Remember that the White and Norfork rivers and Dry Run Creek are infected with didymo, an invasive alga. Be sure and thoroughly clean and dry your waders (especially the felt soles on wading boots) before using them in any other water. Many manufacturers are now making rubber soles that are easier to clean and are not as likely to harbor didymo.
John also said, “Years ago I had a yellow lab, Ellie, that was the ultimate fishing dog. On stream, she was my constant companion. She was great company and sat at my side as I fished. Everything would go well until the trout took a leap. It flipped her switch and she would launch into the river to retrieve the fish. I would yell ‘No, Ellie’ but it had little effect. She passed away about five years ago and I got another yellow lab, Tilley, that I hoped to make my fishing dog.
“My wife, Lori, wanted to make her a show dog and asked if I would wait a while to see how she would do in the ring. She feared that Tilley would be injured and would not be able to show if she accompanied me on stream. Tilley has turned out to be a spectacular show dog. She has her championship and is well on her way to be a grand championship. In the meantime, she has picked up 10 obedience and rally titles. Tilley is one of the best performance dogs I have ever seen and would make a great fishing dog. The problem is that Lori is unwilling to let her retire from the ring just yet and wants to see how far she can go.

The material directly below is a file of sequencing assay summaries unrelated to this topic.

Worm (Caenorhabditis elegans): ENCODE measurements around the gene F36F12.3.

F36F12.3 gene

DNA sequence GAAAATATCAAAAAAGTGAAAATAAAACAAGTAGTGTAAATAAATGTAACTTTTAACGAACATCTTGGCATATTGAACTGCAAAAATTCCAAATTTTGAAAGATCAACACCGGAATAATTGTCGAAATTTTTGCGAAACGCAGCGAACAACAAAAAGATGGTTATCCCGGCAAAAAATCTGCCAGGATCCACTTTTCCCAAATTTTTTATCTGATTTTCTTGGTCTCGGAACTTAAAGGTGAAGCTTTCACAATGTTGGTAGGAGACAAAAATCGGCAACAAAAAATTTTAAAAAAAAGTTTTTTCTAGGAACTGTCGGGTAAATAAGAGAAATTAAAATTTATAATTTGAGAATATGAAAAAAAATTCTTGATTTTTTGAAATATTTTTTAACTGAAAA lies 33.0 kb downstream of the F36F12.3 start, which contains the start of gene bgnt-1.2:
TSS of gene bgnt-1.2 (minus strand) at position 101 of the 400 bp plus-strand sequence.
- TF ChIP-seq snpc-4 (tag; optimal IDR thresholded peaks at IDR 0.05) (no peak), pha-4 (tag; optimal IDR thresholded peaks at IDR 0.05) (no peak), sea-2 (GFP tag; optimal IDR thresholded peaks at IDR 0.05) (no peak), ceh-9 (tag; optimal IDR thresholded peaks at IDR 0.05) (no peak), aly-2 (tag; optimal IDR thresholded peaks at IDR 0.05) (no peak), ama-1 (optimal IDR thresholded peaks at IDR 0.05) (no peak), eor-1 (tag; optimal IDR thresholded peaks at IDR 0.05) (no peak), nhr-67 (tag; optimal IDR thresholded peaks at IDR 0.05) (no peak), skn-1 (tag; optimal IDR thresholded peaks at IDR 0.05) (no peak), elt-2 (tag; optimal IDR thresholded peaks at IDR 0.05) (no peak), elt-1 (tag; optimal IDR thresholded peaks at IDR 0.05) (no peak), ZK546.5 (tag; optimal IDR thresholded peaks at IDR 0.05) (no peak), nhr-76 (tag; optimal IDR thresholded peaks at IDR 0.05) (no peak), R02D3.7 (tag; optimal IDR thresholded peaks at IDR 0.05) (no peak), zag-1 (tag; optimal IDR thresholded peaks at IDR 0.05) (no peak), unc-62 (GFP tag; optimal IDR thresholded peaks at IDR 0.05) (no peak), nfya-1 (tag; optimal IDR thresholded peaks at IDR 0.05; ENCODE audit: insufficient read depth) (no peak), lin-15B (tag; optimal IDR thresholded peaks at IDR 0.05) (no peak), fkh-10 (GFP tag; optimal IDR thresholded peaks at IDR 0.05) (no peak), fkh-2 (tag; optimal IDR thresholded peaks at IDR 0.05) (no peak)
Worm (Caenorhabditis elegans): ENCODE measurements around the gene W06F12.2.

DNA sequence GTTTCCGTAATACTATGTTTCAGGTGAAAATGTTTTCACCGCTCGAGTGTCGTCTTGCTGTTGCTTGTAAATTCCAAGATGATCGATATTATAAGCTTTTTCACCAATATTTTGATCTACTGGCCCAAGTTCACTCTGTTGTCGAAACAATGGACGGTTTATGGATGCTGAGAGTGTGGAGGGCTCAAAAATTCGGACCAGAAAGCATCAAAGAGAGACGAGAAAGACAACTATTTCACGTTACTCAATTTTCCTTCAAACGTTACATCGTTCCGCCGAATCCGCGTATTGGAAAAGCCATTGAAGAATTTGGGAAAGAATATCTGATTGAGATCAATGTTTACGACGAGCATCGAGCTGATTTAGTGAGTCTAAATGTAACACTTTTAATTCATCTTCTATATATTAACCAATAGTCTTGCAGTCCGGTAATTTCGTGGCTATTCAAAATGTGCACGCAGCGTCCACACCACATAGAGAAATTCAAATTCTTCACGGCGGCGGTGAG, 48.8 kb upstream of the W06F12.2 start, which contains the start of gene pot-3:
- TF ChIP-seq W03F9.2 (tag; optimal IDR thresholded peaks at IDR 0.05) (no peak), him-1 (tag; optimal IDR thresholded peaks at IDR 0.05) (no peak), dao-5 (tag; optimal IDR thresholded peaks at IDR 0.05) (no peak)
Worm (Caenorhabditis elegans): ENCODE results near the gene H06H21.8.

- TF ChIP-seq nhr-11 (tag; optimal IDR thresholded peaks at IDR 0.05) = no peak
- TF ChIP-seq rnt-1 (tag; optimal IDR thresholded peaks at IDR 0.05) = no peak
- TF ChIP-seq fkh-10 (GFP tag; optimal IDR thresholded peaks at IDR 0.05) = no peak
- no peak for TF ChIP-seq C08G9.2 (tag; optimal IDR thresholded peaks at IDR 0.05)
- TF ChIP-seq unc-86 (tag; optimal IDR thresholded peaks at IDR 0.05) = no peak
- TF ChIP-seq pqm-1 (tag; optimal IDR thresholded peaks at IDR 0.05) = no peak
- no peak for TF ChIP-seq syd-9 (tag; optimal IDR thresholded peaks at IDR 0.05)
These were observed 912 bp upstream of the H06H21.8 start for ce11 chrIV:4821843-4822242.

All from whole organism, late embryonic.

“About a year ago we acquired another lab, Ghillie (the Scottish term for fishing guide). He is a black male and the exact opposite of Tillie. She is small, dainty and laid back. He is a big bruiser of a dog. He is definitely an alpha and is always getting into some kind of trouble, like eating a red bud tree or an antique oak table. He is ADHD and definitely too exuberant for genteel company. Lori has spent most of the year trying to train him to be obedient, with little success. I have nicknamed him, The Prince of Darkness.
“Since I could not develop Tilley as a fishing dog, I thought it would be a good idea to see if Ghillie had any hidden talents as a fishing dog. I knew that he was a bit too wild to be used for wade trips because I feared that he would interfere with the fishing of other anglers. I decided to try him out fishing from my river boat. I often see other anglers floating down the river with a dog in their boat. Lori went with us to see if she could control him while I fished. We put a personal flotation device (PFD) on him despite the fact that he swims like a beaver. The PFD has a handle on the back so that if he jumped from the boat we could pull him back it. At 85 pounds he is not easy to lift.
“We began our trip by launching my river boat, loading Lori and Ghillie in, and motoring upstream. As I began my drift, Ghillie didn’t know what to expect. About that time, I hooked a solid 16-inch rainbow that took a spectacular leap out of the water. He went nuts. It was all Lori could do to keep him from leaping in the water to get the trout. When I landed it, I let Ghillie take a good look at it and sniff it real good. For the rest of the day, he carefully watched the strike indicator and was very observant when I fought and landed the trout. If the action slowed down and I wasn’t catching fish, he barked.
“I decided that it might be a while before he is ready to accompany me on my fishing trips. I don’t mind so much, but Lori was unable to fish because she was too busy handling him.”